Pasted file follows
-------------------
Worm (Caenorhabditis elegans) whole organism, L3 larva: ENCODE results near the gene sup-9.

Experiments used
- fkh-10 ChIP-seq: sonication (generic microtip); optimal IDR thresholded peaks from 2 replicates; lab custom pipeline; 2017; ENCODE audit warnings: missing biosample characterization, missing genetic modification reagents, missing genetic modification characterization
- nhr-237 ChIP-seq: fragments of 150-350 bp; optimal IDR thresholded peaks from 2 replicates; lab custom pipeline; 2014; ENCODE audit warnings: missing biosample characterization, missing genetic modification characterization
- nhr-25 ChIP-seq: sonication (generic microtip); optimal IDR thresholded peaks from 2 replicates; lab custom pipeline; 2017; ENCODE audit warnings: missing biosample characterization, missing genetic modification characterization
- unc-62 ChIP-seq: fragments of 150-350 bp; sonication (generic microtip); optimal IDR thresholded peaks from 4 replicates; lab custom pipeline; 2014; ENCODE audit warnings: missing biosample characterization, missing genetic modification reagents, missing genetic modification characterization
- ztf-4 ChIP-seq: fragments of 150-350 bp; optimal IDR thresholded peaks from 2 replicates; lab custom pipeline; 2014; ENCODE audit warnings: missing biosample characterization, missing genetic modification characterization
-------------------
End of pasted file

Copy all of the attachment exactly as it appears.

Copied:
Worm (Caenorhabditis elegans) whole organism, L3 larva: ENCODE results near the gene sup-9.

Experiments used
- fkh-10 ChIP-seq: sonication (generic microtip); optimal IDR thresholded peaks from 2 replicates; lab custom pipeline; 2017; ENCODE audit warnings: missing biosample characterization, missing genetic modification reagents, missing genetic modification characterization
- nhr-237 ChIP-seq: fragments of 150-350 bp; optimal IDR thresholded peaks from 2 replicates; lab custom pipeline; 2014; ENCODE audit warnings: missing biosample characterization, missing genetic modification characterization
- nhr-25 ChIP-seq: sonication (generic microtip); optimal IDR thresholded peaks from 2 replicates; lab custom pipeline; 2017; ENCODE audit warnings: missing biosample characterization, missing genetic modification characterization
- unc-62 ChIP-seq: fragments of 150-350 bp; sonication (generic microtip); optimal IDR thresholded peaks from 4 replicates; lab custom pipeline; 2014; ENCODE audit warnings: missing biosample characterization, missing genetic modification reagents, missing genetic modification characterization
- ztf-4 ChIP-seq: fragments of 150-350 bp; optimal IDR thresholded peaks from 2 replicates; lab custom pipeline; 2014; ENCODE audit warnings: missing biosample characterization, missing genetic modification characterization